What is the Public Health Border Lookout?

The Lookout, also developed by CDC and DHS, ensures that any person placed on the DNB list is found if he or she tries to enter the United States through any port of entry (e.g., seaport or land border crossing) or leave through an airport or seaport. People on the DNB are also placed on the Lookout record. The Lookout prompts Customs and Border Protection staff to notify CDC if a person on the DNB list arrives in the United States, so that the person can be evaluated and referred for additional public health follow-up if needed.

When did CDC begin to restrict travel? Is this because of the Ebola outbreak?

CDC and DHS developed the public health DNB list and Lookout in 2007. To date, the DNB list and Lookout have mostly been used to stop the travel of people with infectious tuberculosis. These public health lists can be used for any serious disease that can spread during travel, including viral hemorrhagic fevers such as Ebola.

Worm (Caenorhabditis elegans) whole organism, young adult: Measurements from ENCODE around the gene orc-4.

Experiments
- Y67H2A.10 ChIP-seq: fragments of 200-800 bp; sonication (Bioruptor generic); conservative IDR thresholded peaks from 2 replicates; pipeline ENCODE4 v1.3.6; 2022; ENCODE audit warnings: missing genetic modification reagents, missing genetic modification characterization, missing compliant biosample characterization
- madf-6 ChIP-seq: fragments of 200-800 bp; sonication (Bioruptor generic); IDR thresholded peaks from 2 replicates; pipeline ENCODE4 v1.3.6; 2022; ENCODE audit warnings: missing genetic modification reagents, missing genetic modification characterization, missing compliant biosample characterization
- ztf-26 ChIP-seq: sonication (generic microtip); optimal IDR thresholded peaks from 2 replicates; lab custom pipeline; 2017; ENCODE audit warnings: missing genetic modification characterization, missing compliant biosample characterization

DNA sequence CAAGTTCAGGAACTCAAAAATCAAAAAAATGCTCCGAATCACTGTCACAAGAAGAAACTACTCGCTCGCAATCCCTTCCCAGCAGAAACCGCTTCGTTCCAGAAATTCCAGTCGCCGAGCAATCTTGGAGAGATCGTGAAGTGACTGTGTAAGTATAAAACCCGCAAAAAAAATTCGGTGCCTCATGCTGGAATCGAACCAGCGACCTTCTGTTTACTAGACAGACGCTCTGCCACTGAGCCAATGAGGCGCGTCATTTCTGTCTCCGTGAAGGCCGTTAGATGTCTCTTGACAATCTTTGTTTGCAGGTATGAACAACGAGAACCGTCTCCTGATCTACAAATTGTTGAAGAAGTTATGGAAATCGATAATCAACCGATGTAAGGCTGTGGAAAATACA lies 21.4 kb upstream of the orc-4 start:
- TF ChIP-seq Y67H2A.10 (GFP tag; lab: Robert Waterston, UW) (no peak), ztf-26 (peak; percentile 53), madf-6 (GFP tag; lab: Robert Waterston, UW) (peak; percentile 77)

Why does CDC want to restrict travel?

People with certain contagious diseases who travel on commercial airplanes could spread disease to other passengers and crew onboard. To protect the public’s health, CDC and DHS partner to prevent these people from boarding commercial airplanes or traveling internationally.

What type of illnesses would prevent a person from travelling?

The DNB list and Public Health Border Lookout are only used for serious contagious diseases that could spread during travel and pose a serious public health threat. To date, these tools have been used to restrict travelers with infectious tuberculosis and measles, and people who were exposed to Ebola who could become contagious during travel.

How does CDC become aware of a sick person who plans to travel?

State and local public health officials, public health officials in foreign countries, or U.S. Embassy staff can alert CDC about any person’s plan to travel if they believe that the person has an illness that poses a public health threat.

CDC may also become aware of an ill traveler through alerts from airlines or other partners at any of the U.S. ports of entry.

Who can be added to the DNB list or Lookout?